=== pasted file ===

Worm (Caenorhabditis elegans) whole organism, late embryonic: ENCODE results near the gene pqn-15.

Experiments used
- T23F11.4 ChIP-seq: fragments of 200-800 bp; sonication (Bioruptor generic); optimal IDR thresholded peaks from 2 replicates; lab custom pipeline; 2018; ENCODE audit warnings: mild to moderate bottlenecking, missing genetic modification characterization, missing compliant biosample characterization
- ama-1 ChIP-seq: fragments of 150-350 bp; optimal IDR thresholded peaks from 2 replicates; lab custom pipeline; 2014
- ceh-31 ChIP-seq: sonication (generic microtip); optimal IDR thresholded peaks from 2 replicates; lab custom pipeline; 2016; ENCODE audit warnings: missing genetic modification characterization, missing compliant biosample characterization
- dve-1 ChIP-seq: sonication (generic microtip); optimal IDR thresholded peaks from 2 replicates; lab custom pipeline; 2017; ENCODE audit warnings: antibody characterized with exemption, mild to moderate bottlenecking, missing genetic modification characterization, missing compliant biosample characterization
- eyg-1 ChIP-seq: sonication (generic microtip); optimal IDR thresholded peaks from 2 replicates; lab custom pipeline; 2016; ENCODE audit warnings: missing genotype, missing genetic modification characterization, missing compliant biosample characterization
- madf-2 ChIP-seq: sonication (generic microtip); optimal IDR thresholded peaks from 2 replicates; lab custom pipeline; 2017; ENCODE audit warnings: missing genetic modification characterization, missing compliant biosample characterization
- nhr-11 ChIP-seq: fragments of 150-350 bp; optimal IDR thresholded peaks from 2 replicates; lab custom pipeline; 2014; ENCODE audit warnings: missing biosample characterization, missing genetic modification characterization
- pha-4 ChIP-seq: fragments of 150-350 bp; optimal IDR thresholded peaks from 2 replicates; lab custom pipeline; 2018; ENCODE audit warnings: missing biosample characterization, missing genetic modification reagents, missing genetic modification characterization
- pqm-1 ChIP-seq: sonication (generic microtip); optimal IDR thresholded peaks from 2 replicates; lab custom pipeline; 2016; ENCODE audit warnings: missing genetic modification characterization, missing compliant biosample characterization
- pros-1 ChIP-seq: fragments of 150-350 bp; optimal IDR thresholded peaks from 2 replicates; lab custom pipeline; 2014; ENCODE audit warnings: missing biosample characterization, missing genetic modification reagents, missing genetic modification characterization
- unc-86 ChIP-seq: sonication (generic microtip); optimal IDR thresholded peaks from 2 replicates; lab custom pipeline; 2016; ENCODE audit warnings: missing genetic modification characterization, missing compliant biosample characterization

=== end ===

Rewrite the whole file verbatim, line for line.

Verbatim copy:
Worm (Caenorhabditis elegans) whole organism, late embryonic: ENCODE results near the gene pqn-15.

Experiments used
- T23F11.4 ChIP-seq: fragments of 200-800 bp; sonication (Bioruptor generic); optimal IDR thresholded peaks from 2 replicates; lab custom pipeline; 2018; ENCODE audit warnings: mild to moderate bottlenecking, missing genetic modification characterization, missing compliant biosample characterization
- ama-1 ChIP-seq: fragments of 150-350 bp; optimal IDR thresholded peaks from 2 replicates; lab custom pipeline; 2014
- ceh-31 ChIP-seq: sonication (generic microtip); optimal IDR thresholded peaks from 2 replicates; lab custom pipeline; 2016; ENCODE audit warnings: missing genetic modification characterization, missing compliant biosample characterization
- dve-1 ChIP-seq: sonication (generic microtip); optimal IDR thresholded peaks from 2 replicates; lab custom pipeline; 2017; ENCODE audit warnings: antibody characterized with exemption, mild to moderate bottlenecking, missing genetic modification characterization, missing compliant biosample characterization
- eyg-1 ChIP-seq: sonication (generic microtip); optimal IDR thresholded peaks from 2 replicates; lab custom pipeline; 2016; ENCODE audit warnings: missing genotype, missing genetic modification characterization, missing compliant biosample characterization
- madf-2 ChIP-seq: sonication (generic microtip); optimal IDR thresholded peaks from 2 replicates; lab custom pipeline; 2017; ENCODE audit warnings: missing genetic modification characterization, missing compliant biosample characterization
- nhr-11 ChIP-seq: fragments of 150-350 bp; optimal IDR thresholded peaks from 2 replicates; lab custom pipeline; 2014; ENCODE audit warnings: missing biosample characterization, missing genetic modification characterization
- pha-4 ChIP-seq: fragments of 150-350 bp; optimal IDR thresholded peaks from 2 replicates; lab custom pipeline; 2018; ENCODE audit warnings: missing biosample characterization, missing genetic modification reagents, missing genetic modification characterization
- pqm-1 ChIP-seq: sonication (generic microtip); optimal IDR thresholded peaks from 2 replicates; lab custom pipeline; 2016; ENCODE audit warnings: missing genetic modification characterization, missing compliant biosample characterization
- pros-1 ChIP-seq: fragments of 150-350 bp; optimal IDR thresholded peaks from 2 replicates; lab custom pipeline; 2014; ENCODE audit warnings: missing biosample characterization, missing genetic modification reagents, missing genetic modification characterization
- unc-86 ChIP-seq: sonication (generic microtip); optimal IDR thresholded peaks from 2 replicates; lab custom pipeline; 2016; ENCODE audit warnings: missing genetic modification characterization, missing compliant biosample characterization